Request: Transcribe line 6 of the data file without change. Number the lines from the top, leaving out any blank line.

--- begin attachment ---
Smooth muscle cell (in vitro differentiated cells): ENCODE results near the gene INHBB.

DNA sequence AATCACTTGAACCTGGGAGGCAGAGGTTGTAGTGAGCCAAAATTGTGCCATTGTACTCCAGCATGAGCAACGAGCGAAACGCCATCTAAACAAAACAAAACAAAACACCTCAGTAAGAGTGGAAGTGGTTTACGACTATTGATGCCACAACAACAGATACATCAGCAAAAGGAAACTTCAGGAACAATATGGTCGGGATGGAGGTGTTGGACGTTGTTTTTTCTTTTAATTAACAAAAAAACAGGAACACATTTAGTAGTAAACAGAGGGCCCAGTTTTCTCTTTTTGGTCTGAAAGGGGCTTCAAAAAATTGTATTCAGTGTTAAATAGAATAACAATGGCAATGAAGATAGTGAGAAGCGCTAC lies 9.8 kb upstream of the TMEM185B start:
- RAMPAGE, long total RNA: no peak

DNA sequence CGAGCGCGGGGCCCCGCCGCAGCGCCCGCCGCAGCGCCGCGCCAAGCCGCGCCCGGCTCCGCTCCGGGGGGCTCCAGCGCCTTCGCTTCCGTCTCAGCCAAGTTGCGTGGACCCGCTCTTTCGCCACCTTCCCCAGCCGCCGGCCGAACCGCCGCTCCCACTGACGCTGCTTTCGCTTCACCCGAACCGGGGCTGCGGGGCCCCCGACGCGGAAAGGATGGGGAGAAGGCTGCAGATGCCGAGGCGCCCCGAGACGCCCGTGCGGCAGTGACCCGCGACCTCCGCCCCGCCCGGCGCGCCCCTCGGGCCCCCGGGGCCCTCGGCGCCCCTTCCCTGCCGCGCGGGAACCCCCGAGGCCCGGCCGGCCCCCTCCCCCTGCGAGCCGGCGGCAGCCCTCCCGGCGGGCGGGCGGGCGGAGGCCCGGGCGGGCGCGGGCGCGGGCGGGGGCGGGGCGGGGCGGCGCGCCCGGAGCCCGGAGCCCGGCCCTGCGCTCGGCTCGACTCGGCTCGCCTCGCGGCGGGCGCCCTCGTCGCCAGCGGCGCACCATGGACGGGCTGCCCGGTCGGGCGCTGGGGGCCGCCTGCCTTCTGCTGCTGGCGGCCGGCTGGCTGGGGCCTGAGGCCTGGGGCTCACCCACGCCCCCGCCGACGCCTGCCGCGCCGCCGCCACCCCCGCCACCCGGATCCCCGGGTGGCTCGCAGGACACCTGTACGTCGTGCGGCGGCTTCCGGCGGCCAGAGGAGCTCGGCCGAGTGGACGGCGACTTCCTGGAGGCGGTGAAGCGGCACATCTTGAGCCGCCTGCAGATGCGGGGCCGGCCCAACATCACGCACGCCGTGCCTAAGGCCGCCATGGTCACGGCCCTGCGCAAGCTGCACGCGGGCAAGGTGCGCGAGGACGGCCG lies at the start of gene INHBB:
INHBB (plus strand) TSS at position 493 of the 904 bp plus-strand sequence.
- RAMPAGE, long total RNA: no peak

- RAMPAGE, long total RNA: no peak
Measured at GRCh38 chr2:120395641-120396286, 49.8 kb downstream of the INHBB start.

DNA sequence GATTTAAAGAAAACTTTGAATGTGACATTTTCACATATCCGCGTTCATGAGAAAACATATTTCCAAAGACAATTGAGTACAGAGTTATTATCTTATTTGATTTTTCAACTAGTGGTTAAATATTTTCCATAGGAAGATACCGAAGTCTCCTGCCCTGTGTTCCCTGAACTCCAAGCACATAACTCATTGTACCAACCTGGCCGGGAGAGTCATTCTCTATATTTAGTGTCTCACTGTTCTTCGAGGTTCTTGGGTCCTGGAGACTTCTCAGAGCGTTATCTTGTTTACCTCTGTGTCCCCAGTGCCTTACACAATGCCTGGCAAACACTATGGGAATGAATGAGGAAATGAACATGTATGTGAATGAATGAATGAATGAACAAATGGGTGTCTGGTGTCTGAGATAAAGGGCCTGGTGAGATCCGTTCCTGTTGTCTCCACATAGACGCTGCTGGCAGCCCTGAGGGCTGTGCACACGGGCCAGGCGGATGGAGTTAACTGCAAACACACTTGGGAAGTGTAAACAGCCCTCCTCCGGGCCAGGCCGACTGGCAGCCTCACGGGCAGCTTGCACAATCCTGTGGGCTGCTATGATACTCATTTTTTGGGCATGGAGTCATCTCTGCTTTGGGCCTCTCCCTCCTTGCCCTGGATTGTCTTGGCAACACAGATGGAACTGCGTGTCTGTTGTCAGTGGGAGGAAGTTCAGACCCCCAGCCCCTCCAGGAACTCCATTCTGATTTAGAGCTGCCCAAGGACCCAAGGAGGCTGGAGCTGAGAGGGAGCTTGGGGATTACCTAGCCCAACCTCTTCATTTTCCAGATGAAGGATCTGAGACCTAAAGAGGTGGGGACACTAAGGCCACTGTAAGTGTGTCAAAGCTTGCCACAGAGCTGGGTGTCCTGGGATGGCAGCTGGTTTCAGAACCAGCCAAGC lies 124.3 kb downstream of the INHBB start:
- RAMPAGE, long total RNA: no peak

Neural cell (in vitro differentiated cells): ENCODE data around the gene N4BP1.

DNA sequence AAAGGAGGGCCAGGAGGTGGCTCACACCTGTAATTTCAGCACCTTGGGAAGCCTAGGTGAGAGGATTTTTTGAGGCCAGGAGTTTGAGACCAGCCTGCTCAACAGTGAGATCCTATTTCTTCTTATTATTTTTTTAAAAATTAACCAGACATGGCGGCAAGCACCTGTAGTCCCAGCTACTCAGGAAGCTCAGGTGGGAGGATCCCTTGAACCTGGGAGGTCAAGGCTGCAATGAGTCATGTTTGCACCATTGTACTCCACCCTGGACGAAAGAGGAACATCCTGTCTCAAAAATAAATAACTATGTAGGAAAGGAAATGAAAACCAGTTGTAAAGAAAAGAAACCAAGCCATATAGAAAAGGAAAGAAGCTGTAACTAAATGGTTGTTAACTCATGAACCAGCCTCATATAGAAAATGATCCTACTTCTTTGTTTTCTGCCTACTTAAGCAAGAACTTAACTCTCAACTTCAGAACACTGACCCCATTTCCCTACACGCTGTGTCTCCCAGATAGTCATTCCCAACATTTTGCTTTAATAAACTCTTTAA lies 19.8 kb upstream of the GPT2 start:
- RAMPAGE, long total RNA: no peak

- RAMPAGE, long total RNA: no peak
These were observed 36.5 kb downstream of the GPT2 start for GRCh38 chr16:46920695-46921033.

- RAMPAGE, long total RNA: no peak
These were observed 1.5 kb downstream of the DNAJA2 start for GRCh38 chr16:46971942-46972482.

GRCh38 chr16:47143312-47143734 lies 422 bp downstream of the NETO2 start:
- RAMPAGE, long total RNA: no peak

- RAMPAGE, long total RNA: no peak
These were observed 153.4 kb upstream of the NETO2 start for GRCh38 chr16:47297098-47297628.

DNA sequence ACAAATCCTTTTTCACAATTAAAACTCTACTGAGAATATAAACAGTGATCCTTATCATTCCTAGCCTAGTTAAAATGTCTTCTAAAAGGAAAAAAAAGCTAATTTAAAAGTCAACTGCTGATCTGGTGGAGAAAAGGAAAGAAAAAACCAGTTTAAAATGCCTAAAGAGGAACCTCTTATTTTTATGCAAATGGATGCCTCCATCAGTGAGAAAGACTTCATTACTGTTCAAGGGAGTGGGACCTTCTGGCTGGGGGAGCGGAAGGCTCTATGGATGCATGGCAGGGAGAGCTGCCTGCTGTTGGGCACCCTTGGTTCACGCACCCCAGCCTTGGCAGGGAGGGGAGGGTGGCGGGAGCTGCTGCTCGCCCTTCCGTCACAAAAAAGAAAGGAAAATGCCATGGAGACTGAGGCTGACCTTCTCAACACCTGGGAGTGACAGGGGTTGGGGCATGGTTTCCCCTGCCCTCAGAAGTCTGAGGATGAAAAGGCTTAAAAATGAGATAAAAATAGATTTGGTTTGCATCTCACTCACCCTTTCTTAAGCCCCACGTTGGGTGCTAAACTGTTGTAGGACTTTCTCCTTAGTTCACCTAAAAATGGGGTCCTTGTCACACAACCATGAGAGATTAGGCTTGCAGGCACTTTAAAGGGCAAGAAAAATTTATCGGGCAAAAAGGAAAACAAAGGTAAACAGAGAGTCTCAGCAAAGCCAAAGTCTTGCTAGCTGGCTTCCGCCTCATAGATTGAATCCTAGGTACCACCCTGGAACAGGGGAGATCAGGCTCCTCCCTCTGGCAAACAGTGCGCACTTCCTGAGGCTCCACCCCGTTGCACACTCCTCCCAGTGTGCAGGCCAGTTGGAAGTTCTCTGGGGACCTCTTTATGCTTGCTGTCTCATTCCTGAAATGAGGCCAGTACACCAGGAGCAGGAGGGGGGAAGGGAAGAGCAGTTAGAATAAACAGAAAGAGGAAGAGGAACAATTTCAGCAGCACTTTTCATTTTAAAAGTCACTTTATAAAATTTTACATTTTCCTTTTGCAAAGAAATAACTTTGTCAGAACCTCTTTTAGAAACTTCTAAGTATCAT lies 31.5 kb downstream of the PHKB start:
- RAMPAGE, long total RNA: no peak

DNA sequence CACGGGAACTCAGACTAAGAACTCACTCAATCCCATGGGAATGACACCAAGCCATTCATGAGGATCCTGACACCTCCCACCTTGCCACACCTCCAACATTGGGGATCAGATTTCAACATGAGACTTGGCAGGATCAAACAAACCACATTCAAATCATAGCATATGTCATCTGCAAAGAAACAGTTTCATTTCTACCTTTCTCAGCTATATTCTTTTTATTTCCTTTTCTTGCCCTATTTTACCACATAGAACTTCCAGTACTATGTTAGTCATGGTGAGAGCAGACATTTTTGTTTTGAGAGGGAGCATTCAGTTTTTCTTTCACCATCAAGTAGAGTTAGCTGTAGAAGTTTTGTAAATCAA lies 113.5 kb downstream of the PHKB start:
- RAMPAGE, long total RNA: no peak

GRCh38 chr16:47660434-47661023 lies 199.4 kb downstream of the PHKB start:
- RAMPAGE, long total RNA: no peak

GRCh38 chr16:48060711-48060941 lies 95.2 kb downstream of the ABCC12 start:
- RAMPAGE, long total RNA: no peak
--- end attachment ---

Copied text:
- RAMPAGE, long total RNA: no peak